Defendants deny Plaintiffs' allegations and now move to dismiss Plaintiffs' Complaint pursuant to Rules 9(b) and 12(b)(6) of the Federal Rules of Civil Procedure or, in the alternative, to stay the action. In addition, the Defendants argue that the Court should not grant Plaintiffs' request to amend the Complaint because it would be futile.


 Plaintiffs allege two RICO claims, found in the Fourth and Fifth Causes of Action, and three state law claims, found in the first three causes of action, against the Partner and Accountant Defendants.

  "On a motion to dismiss under Rule 12(b)(6), the court must accept as true the factual allegations in the complaint, and draw all reasonable inferences in favor of the plaintiff." Bolt Elec., Inc. v. City of N.Y., 53 F.3d 465, 469 (2d Cir. 1995) (citations omitted); Scheuer v. Rhodes, 416 U.S. 232, 236, 40 L. Ed. 2d 90, 94 S. Ct. 1683 (1974). The Court will grant such a motion only if after viewing plaintiff's allegations in a most favorable light, "it appears beyond doubt that the plaintiff can prove no set of facts in support of his claim which would entitle him to relief." Conley v. Gibson, 355 U.S. 41, 45-46, 2 L. Ed. 2d 80, 78 S. Ct. 99 (1957); Walker v. City of N.Y., 974 F.2d 293, 298 (2d Cir. 1992), cert. denied, 507 U.S. 961, 122 L. Ed. 2d 762, 113 S. Ct. 1387 (1993). Accordingly, the factual allegations set forth and considered herein are presumed to be true for the purpose of deciding the motions to dismiss.


 The purpose of civil RICO liability does not include deterrence of all unlawful acts but only of those set out in Section 1961. H.J. Inc. v. Northwestern Bell Tel. Co., 492 U.S. 229, 232, 106 L. Ed. 2d 195, 109 S. Ct. 2893 (1989); Hecht v. Commerce Clearing House, Inc., 897 F.2d 21 (2d Cir. 1990); Mathon v. Marine Midland Bank, N.A., 875 F. Supp. 986, 1001 (E.D.N.Y. 1995). Furthermore, "alleged RICO violations must be reviewed with appreciation of the extreme sanctions it provides, so that actions traditionally brought in state courts do not gain access to treble damages and attorneys fees in federal court simply because they are cast in terms of RICO violations." Mathon, 875 F. Supp. at 1001.

 To state a civil RICO cause of action, Plaintiffs must establish that the Defendants, conducted or participated in the conduct of an enterprise's affairs, through a pattern of racketeering activity, that caused injury to the Plaintiffs' business or property. See 18 U.S.C. § 1962(c); *fn1" Sedima, S.P.R.L v. Imrex, Co., 473 U.S. 479, 496, 87 L. Ed. 2d 346, 105 S. Ct. 3275 (1985); McLaughlin v. Anderson, 962 F.2d 187, 190 (2d Cir. 1992).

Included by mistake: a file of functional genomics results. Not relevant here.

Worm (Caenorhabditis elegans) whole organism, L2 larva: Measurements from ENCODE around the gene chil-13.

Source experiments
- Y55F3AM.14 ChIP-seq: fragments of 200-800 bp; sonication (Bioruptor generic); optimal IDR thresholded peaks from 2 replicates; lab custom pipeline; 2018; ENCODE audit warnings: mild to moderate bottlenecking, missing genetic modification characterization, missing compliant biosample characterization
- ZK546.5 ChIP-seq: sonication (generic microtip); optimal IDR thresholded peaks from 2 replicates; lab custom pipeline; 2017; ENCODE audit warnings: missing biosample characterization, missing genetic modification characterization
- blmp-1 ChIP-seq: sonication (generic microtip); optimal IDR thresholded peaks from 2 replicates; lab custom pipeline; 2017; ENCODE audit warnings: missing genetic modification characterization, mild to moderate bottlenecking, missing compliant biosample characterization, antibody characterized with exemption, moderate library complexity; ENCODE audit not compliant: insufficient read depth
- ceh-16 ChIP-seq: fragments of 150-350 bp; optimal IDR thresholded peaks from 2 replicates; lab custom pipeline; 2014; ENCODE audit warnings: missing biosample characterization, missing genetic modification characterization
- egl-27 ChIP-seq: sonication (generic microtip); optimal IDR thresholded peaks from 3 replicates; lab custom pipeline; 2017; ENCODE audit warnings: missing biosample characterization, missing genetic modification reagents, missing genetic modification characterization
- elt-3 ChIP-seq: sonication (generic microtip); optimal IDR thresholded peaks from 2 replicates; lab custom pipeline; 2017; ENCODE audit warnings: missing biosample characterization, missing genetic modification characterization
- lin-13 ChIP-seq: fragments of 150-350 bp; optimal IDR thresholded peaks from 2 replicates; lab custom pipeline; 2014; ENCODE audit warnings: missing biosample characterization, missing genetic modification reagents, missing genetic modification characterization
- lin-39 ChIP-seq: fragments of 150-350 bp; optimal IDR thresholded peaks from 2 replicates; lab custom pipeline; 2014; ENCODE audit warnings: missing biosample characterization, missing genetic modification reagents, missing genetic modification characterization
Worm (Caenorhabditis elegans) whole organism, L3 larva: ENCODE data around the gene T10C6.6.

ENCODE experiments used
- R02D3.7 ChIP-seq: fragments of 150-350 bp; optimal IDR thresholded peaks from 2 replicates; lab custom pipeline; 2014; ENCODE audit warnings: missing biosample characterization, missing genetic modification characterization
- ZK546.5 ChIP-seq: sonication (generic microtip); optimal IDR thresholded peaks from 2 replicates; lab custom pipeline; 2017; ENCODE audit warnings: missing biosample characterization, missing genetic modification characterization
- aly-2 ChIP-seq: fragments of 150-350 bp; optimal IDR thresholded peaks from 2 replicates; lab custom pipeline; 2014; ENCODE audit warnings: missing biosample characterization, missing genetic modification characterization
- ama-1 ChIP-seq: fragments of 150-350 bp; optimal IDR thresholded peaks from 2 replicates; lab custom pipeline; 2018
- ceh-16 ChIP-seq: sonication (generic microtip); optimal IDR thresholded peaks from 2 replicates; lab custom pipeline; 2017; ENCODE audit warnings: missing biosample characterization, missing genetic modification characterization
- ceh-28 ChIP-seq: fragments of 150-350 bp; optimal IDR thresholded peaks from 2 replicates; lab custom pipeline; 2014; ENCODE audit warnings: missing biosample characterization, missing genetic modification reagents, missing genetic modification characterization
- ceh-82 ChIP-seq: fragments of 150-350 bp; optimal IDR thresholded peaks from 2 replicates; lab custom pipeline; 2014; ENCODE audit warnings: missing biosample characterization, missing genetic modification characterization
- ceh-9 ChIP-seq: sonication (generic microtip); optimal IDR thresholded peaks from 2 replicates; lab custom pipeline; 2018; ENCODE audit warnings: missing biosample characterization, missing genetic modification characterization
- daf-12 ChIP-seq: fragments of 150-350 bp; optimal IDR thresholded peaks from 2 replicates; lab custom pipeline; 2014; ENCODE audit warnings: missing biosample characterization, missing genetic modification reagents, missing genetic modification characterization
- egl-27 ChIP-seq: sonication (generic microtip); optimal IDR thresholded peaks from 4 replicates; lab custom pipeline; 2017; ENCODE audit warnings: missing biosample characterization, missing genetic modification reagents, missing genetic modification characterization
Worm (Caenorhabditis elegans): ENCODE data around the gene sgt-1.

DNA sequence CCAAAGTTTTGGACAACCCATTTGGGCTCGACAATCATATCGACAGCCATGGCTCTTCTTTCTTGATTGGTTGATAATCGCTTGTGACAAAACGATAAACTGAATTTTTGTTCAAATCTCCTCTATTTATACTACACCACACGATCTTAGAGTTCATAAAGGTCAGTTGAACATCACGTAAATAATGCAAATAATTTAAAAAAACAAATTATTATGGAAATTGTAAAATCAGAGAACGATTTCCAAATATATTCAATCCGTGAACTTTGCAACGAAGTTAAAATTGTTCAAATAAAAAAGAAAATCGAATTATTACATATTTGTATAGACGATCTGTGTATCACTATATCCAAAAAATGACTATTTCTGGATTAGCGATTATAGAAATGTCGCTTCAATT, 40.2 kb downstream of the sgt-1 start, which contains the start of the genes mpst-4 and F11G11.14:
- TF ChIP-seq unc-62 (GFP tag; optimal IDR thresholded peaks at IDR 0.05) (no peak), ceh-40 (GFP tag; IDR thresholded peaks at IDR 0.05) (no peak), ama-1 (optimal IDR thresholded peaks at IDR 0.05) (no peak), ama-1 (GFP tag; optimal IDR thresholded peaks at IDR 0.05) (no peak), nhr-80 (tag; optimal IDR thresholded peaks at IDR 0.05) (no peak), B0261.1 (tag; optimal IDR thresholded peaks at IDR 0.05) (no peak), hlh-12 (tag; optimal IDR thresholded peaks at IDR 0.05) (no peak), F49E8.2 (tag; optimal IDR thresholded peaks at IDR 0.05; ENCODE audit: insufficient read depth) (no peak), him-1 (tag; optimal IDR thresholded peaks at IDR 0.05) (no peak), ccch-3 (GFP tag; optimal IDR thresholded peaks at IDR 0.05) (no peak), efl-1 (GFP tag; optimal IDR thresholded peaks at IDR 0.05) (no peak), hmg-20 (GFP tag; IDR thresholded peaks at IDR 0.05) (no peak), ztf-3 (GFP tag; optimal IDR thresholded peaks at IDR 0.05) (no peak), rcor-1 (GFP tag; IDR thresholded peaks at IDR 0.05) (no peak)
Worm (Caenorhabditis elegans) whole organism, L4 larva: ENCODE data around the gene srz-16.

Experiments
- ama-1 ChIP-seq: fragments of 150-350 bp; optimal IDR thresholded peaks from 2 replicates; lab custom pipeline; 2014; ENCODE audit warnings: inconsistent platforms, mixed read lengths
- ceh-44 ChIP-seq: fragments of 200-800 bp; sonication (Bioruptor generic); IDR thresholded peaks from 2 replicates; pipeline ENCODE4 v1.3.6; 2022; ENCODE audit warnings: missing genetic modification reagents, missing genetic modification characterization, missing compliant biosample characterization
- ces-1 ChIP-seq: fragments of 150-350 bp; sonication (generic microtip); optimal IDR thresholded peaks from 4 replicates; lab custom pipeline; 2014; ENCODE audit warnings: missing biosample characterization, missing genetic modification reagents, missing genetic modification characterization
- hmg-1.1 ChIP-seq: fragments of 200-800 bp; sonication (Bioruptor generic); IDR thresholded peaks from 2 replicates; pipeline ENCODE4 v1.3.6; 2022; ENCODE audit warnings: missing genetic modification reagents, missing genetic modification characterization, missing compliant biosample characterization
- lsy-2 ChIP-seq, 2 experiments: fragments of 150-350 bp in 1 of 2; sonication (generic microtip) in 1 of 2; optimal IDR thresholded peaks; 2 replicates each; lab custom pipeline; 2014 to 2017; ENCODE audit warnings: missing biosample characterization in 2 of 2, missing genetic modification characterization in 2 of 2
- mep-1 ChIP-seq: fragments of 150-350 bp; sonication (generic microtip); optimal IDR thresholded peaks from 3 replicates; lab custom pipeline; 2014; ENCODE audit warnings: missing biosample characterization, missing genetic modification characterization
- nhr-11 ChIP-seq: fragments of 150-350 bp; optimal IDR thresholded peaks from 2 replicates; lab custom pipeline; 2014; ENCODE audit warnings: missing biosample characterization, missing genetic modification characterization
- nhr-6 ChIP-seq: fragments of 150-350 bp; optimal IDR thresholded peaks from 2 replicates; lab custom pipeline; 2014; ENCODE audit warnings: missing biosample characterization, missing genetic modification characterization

1. Accountant Defendants

 a. Enterprise

 Plaintiffs allege in their fourth cause of action that the Accountant Defendants charged the Partnerships for services rendered on behalf of the Partner Defendants and mailed statements for those services to the Partnerships on a monthly basis during the period of July 1992 through the end of 1994, and that Partner Defendants mailed back payments of those charges to the Accountant Defendants. Plaintiffs allege that the payments made by the Partner Defendants were taken from the Partnerships' funds and that each act of mailing constitutes a separate racketeering act of mail fraud. (Pls.' Mem. of Law at 13.)

 The Complaint alleges Defendant Blum, Tabrisky & Bernstein is an enterprise. Accordingly, Defendant Blum, Tabrisky & Bernstein is dismissed. An enterprise and the persons conducting the affairs of an enterprise must be distinct. See Discon, Inc. v. NYNEX Corp., 93 F.3d 1055, 1063 (2d Cir. 1996); R.C.M. Executive Gallery Corp. v. Rols Capital Co., 1997 U.S. Dist. LEXIS 565, No. 93 Civ. 8571, 1997 WL 27059, at *7 (S.D.N.Y. Jan. 23, 1997). A corporate entity, such as the accounting firm, cannot be both the person who conducts the affairs of the enterprise and the enterprise itself. Riverwoods Chappaqua Corp. v. Marine Midland Bank, N.A., 30 F.3d 339, 344 (2d Cir. 1994); R.C.M., 1997 U.S. Dist. LEXIS 565, 1997 WL 27059 at *7. A corporate entity can only form with others to compose an enterprise if it is sufficiently distinct. Riverwoods, 30 F.3d at 344; R.C.M., 1997 U.S. Dist. LEXIS 565, 1997 WL 27059 at *7. This requirement may not be circumvented by alleging that the corporate entity's agents or employees and the corporate entity itself form the RICO enterprise that carries out its regular business. Riverwoods, 30 F.3d at 344; R.C.M., 1997 U.S. Dist. LEXIS 565, 1997 WL 27059 at *7. Accordingly, Defendant Blum is also dismissed. Riverwoods, 30 F.3d at 344-45.